Twitter Moves to the Next Stage of Testing with its ‘Birdwatch’ Crowdsourced Fact-Checking Program
After a year of testing, Twitter has announced some new updates to its Birdwatch crowdsourced fact-checking program, which enables Twitter users to add notes to Tweets that they believe contain misleading information.
As you can see, through Birdwatch, users can add in manual notes and tips on tweets, which can help to provide more context to future readers. And while that could also be problematic, in terms of people using it as a tool to silence dissenting opinions, Birdwatch reports don’t limit a tweet’s reach or performance, as such, they merely provide more context to those that seek it. And if a lot of people are saying it’s false, it probably is, while Twitter’s also working with official fact-checking groups and journalists to add more credibility to the notes.
And now, Twitter’s looking to take Birdwatch to the next stage:
“Starting today, a small (and randomized) group of people on Twitter in the US will see Birdwatch notes directly on some Tweets. They’ll also be able to rate notes, providing input that will help improve Birdwatch’s ability to add context that is helpful to people from different points of view.”
As you can see in these example screenshots, now, some users will see Birdwatch notes displayed upfront on tweets in their timeline, and they’ll also be prompted to rate that supplemental information to further qualify the info.
That’ll no doubt raise the ire of free speech workers, who already feel that social platforms are over-stepping the fact-checking mark, but it could be a simple, valuable way to facilitate crowd-sourced fact-checking, while also reducing the reach of questionable claims.
But again, it could also be problematic. You can imagine that some groups will ‘brigade’ these reports if they can, in order to counter claims they don’t like or agree with – although Twitter does have some additional qualifiers for its displayed notes.
“To appear on a Tweet, notes first need to be rated helpful by enough Birdwatch contributors from different perspectives. Difference in perspectives is determined by how people have rated notes in the past, not based on demographics.”
So there is a weighting of some sort to the Birdwatch responses, which could eliminate bias, at least to some degree.
But the process is still a work in progress, which is why Twitter’s taking its time, and only launching this new update to a small group to begin with.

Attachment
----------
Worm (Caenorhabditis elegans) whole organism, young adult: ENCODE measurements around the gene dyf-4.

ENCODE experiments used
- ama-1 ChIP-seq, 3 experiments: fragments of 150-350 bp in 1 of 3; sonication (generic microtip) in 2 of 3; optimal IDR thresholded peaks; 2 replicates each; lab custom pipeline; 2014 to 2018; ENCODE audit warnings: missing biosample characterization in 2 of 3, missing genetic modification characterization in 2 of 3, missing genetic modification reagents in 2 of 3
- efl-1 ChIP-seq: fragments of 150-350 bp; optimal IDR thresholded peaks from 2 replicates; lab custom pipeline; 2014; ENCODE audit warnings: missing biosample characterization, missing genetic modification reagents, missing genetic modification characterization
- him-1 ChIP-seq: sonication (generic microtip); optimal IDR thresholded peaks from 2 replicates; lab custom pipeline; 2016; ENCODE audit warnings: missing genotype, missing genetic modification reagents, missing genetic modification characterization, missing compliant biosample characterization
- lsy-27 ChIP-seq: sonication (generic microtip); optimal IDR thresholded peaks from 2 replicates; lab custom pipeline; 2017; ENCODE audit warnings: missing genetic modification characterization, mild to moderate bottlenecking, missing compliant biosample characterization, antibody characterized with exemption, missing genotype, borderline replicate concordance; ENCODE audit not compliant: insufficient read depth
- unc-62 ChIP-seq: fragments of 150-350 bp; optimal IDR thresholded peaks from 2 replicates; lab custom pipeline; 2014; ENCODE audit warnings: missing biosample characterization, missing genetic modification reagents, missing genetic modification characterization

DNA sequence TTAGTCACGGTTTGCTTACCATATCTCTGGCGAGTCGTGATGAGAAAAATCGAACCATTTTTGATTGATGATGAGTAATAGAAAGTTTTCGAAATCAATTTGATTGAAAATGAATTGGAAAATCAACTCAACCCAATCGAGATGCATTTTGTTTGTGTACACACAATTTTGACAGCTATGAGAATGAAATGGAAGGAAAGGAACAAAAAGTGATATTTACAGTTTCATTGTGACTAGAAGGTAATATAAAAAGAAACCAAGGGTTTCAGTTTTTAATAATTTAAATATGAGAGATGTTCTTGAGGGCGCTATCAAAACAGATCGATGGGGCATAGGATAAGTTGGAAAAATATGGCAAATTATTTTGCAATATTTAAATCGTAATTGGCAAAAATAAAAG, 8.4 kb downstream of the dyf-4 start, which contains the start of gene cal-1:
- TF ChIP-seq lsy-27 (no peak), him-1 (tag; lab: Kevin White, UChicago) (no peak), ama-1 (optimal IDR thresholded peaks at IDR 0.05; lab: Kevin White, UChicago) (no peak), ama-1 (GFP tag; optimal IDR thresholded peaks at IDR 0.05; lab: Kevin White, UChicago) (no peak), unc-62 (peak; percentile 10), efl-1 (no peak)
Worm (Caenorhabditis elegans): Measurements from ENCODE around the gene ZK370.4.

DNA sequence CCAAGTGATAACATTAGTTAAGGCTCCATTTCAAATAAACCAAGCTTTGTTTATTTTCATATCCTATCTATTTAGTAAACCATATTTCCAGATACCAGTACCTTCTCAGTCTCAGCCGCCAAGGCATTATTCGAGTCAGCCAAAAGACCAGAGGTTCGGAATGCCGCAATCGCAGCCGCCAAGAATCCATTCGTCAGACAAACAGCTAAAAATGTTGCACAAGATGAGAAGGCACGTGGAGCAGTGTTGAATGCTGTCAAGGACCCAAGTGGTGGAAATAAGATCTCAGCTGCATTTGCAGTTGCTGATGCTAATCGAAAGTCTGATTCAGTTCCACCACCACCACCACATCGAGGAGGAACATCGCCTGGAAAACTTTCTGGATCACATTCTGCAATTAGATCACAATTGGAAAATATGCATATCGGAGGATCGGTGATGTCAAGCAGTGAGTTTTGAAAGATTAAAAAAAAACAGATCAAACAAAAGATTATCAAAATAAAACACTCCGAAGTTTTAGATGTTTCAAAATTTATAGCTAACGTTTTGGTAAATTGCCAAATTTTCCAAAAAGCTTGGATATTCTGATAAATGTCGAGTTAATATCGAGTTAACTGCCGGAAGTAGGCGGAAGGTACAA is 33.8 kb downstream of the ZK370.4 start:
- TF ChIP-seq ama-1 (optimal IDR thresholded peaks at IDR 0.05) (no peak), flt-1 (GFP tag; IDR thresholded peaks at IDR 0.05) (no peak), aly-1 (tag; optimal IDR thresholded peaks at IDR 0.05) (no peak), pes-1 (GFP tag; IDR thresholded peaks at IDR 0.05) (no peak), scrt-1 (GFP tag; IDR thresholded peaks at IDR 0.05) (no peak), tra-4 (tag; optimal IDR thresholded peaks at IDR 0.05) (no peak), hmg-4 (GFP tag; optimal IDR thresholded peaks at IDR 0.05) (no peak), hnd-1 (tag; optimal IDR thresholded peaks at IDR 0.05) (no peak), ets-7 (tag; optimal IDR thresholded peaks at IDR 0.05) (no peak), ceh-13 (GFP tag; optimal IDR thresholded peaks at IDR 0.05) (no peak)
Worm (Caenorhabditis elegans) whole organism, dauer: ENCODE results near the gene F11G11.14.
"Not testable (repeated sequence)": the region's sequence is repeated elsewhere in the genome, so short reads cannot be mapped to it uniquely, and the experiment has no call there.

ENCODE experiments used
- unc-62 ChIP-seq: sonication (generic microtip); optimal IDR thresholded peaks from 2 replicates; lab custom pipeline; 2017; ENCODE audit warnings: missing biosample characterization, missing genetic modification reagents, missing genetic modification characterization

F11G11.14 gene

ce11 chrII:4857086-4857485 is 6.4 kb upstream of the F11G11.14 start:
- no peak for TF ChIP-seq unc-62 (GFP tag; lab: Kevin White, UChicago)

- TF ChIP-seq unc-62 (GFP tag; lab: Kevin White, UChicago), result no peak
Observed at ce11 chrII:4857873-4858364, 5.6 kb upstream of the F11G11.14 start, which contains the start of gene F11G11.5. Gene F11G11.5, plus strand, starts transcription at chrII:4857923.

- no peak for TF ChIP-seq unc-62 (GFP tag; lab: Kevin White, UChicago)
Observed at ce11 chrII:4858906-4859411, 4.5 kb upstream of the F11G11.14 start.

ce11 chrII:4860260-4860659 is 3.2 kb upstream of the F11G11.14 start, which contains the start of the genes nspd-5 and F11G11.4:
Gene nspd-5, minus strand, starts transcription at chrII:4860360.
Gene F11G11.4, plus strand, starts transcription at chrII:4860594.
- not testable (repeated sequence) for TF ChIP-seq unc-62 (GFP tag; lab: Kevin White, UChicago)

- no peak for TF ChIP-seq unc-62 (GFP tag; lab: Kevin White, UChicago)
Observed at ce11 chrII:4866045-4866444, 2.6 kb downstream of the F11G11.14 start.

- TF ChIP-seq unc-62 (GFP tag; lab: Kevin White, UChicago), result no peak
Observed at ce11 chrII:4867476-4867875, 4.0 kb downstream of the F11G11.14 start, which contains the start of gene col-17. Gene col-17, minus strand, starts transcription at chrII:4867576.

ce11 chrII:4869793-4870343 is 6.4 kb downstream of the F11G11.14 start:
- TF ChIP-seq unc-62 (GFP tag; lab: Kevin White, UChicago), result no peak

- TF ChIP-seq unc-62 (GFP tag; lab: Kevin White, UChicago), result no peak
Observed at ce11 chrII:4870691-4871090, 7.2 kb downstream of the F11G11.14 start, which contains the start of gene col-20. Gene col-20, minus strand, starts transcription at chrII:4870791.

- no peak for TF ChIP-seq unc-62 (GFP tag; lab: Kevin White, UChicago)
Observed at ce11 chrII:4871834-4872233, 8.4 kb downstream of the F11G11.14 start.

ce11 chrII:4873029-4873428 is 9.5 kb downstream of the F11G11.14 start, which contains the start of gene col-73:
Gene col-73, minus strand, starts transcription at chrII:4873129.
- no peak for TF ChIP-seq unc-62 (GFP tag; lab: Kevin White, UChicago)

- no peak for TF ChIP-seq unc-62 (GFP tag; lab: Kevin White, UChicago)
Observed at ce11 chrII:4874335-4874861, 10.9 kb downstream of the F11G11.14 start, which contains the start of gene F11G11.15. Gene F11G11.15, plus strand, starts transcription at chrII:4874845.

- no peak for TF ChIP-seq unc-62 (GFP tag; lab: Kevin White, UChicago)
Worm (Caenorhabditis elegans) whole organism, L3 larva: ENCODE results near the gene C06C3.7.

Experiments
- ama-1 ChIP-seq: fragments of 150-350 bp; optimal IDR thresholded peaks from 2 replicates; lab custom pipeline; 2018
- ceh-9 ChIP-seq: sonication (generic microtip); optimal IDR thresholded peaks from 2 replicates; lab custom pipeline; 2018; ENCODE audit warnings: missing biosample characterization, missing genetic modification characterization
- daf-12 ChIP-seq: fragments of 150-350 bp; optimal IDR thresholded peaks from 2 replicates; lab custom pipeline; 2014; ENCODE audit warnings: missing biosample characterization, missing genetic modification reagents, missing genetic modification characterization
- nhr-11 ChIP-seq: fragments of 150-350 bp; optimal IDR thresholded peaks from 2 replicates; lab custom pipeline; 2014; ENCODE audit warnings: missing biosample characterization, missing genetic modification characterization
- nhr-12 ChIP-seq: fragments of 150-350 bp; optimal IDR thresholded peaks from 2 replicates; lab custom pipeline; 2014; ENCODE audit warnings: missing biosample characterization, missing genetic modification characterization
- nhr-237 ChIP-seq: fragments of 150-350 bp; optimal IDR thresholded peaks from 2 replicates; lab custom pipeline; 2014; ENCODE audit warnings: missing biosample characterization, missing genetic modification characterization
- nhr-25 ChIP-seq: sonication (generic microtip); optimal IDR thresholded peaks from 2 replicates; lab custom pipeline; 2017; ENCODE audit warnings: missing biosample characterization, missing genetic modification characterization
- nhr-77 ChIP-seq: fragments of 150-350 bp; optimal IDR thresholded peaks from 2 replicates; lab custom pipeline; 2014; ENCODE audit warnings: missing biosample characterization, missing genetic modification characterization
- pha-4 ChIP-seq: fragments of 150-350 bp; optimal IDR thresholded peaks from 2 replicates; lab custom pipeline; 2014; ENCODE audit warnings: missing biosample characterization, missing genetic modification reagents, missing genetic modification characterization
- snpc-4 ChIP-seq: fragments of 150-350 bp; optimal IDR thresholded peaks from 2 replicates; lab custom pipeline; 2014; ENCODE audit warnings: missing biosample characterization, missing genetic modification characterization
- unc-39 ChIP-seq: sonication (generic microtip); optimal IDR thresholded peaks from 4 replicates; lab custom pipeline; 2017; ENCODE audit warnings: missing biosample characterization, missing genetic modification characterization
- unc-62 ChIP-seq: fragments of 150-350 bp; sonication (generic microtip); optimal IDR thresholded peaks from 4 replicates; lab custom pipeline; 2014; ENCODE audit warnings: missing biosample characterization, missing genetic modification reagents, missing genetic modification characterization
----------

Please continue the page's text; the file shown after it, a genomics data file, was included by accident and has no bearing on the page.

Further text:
As explained by Twitter’s GM of Consumer Services Kayvon Beykpour:
An open and community-driven program like this is extremely ambitious (we look at Wikipedia as a source of inspiration here), and ultimately only effective if it’s able to result in high quality and informative content consistently, at scale, and through self- correcting incentives. Everything we’ve learned so far makes us feel even more encouraged by the potential for impact as Birdwatch scales. ”
Indeed, there have been some encouraging signs for the program thus far, with Twitter reporting that those who’ve viewed Birdwatch notes are 20-40% less likely to agree with the substance of a potentially misleading Tweet, while the most of the users who’ve seen them have found the Birdwatch notes to be helpful.
Twitter’s still working through full details, and it has made various changes to the process, including ensuring diversity among Birdwatch participants and adding Birdwatch aliases so people can make reports without fear of being identified and targeted for their comments.
It’s an ambitious program, and it’s still too early to say whether Birdwatch will prove valuable, but the concept has merit, using a Reddit-style crowd-sourcing system to refute questionable claims, without having to introduce downvotes like Reddit’s process.
And it could prove to be a valuable addition to the broader detection scope of the platform. Despite the test running for a year, however, it’s still really early days, and it seems right for Twitter to take a cautious approach with this next stage.